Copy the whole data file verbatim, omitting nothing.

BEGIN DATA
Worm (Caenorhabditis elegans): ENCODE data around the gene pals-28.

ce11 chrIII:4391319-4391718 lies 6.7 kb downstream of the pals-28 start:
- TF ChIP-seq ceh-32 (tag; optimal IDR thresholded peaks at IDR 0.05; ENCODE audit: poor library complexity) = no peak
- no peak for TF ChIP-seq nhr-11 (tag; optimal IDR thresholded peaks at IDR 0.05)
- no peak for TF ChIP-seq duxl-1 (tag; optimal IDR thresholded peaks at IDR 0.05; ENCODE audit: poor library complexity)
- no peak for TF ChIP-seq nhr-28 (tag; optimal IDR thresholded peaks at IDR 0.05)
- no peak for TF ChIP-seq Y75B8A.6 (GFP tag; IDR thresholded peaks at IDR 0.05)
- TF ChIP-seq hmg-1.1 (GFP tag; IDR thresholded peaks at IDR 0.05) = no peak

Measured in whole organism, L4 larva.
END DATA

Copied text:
Worm (Caenorhabditis elegans): ENCODE data around the gene pals-28.

ce11 chrIII:4391319-4391718 lies 6.7 kb downstream of the pals-28 start:
- TF ChIP-seq ceh-32 (tag; optimal IDR thresholded peaks at IDR 0.05; ENCODE audit: poor library complexity) = no peak
- no peak for TF ChIP-seq nhr-11 (tag; optimal IDR thresholded peaks at IDR 0.05)
- no peak for TF ChIP-seq duxl-1 (tag; optimal IDR thresholded peaks at IDR 0.05; ENCODE audit: poor library complexity)
- no peak for TF ChIP-seq nhr-28 (tag; optimal IDR thresholded peaks at IDR 0.05)
- no peak for TF ChIP-seq Y75B8A.6 (GFP tag; IDR thresholded peaks at IDR 0.05)
- TF ChIP-seq hmg-1.1 (GFP tag; IDR thresholded peaks at IDR 0.05) = no peak

Measured in whole organism, L4 larva.